rows of Y and integration weights on the columns of Y are possible.
If this the weights cannot be separated to blg1 and blg2 all
weights are set to 1 for the computation of *lambda1* and *lambda2* which implies that
*lambda1* and *lambda2* are equal over
folds of `cvrisk`

. The computation of the global *lambda* considers the
specified `weights`

, such the global *df* are correct.

The operator `%A0%`

treats the important special case where *lambda1 = 0* or
*lambda2 = 0*. In this case it suffices to compute the global lambda and computation gets
faster and arbitrary weights can be specified. Consider *lambda1 = 0* then the penalty becomes

*P = lambda * [(1 * P1 o I) + (I o lambda2 * P2)] = lambda * lambda2 * (I o P2),*

and only one global *lambda* is computed which is then *lambda * lambda2*.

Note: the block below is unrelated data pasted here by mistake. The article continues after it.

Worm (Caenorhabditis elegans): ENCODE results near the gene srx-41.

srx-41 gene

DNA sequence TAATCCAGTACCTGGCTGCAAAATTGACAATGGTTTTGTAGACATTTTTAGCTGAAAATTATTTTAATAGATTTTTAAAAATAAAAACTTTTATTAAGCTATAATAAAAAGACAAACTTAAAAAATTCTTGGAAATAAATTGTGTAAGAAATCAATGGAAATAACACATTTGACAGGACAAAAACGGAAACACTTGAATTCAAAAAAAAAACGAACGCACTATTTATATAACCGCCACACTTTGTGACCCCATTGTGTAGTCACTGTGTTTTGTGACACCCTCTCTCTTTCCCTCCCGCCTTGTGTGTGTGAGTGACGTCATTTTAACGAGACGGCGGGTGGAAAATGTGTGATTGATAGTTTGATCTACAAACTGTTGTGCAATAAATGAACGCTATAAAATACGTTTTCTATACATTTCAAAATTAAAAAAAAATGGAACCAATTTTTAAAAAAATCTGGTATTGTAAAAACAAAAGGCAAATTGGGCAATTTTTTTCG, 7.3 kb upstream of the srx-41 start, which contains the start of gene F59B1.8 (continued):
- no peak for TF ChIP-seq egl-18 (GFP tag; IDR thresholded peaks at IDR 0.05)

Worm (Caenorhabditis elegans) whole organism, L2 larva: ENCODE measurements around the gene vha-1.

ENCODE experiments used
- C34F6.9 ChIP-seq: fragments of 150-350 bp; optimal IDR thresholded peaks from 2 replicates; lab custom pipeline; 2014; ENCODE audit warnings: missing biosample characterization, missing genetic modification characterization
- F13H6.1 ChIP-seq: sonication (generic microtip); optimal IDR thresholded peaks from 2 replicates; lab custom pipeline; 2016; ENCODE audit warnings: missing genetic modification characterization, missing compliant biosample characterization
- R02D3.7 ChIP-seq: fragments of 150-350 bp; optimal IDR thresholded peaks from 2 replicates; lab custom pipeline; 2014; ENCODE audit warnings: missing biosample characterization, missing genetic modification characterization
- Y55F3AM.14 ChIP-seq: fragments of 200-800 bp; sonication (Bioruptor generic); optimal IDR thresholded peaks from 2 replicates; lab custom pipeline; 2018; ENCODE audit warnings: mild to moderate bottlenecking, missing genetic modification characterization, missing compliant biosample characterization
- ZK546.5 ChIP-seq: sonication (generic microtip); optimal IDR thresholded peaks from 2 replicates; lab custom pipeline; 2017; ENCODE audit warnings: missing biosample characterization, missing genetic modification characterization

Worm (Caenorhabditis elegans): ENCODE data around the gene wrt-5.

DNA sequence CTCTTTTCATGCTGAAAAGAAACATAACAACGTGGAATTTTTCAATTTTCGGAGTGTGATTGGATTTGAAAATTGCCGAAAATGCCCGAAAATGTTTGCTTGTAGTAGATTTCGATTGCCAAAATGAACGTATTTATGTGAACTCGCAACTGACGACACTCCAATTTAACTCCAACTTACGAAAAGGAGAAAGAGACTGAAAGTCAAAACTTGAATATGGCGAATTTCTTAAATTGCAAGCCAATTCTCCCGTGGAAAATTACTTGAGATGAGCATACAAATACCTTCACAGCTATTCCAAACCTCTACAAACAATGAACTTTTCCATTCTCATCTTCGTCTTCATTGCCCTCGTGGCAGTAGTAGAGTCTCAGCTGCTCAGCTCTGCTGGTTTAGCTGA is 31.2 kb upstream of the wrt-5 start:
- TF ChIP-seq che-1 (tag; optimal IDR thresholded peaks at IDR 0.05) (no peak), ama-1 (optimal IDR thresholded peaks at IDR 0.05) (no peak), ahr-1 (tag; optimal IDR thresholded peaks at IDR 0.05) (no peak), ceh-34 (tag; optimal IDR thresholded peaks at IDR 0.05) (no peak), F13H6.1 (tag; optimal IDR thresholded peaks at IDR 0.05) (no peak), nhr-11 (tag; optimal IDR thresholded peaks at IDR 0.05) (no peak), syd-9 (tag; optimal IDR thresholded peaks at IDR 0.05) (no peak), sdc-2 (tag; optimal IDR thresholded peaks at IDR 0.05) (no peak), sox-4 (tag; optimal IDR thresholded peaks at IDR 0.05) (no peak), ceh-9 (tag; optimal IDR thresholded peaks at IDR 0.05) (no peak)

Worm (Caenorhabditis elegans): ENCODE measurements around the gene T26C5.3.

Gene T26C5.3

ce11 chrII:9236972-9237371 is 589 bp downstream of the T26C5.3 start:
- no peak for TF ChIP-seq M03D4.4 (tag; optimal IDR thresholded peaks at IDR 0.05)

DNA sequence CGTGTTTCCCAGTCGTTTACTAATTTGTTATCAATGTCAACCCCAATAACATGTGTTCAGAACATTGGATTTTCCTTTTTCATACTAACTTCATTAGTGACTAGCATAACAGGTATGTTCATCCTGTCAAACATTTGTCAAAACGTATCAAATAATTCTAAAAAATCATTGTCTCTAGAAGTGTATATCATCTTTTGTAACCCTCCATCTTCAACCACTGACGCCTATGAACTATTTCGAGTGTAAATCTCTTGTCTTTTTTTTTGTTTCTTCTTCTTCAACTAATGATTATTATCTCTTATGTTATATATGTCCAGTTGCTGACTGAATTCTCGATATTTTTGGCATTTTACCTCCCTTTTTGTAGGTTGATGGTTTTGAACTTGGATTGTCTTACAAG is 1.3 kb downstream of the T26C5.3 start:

If the `formula`

in `FDboost`

contains base-learners connected by
`%O%`

, `%A%`

or `%A0%`

,
those effects are not expanded with `timeformula`

, allowing for model specifications
with different effects in time-direction.

`%Xa0%`

computes like `%X%`

the row tensor product of two base-learners,
with the difference that it sets the penalty for one direction to zero.
Thus, `%Xa0%`

behaves to `%X%`

analogously like `%A0%`

to `%O%`

.

Brockhaus, S., Scheipl, F., Hothorn, T. and Greven, S. (2015): The functional linear array model. Statistical Modelling, 15(3), 279-300.

Currie, I.D., Durban, M. and Eilers P.H.C. (2006): Generalized linear array models with applications to multidimensional smoothing. Journal of the Royal Statistical Society, Series B-Statistical Methodology, 68(2), 259-280.

1 2 3 4 5 6 7 8 9 10 11 12 13 14 15 16 17 18 19 20 21 22 23 24 25 26 27 28 29 30 31 32 33 34 35 36 37 38 39 40 41 42 43 44 45 46 47 48 49 50 51 52 53 54 55 56 57 58 59 60 61 62 63 64 65 66 67 | ```
######## Example for anisotropic penalty
data("viscosity", package = "FDboost")
## set time-interval that should be modeled
interval <- "101"
## model time until "interval" and take log() of viscosity
end <- which(viscosity$timeAll == as.numeric(interval))
viscosity$vis <- log(viscosity$visAll[,1:end])
viscosity$time <- viscosity$timeAll[1:end]